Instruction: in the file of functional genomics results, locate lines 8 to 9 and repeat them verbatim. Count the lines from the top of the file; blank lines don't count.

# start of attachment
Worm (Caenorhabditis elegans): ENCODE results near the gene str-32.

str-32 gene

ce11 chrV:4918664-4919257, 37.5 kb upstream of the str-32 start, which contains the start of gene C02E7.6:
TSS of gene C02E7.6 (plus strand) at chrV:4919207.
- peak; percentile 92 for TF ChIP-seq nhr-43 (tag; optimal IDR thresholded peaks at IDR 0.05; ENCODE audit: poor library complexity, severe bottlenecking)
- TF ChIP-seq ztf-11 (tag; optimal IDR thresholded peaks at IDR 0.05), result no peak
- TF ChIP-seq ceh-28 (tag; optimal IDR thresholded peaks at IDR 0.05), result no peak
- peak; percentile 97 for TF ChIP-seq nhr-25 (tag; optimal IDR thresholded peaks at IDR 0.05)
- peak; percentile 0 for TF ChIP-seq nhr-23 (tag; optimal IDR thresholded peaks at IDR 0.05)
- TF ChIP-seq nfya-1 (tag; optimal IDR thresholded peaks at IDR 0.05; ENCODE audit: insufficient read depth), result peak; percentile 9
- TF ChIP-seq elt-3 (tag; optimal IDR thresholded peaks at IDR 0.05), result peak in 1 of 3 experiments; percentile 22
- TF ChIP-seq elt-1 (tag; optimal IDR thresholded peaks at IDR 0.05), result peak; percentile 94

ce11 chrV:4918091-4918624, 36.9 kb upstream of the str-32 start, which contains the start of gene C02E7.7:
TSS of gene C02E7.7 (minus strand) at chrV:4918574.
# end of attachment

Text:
- peak; percentile 97 for TF ChIP-seq nhr-25 (tag; optimal IDR thresholded peaks at IDR 0.05)
- peak; percentile 0 for TF ChIP-seq nhr-23 (tag; optimal IDR thresholded peaks at IDR 0.05)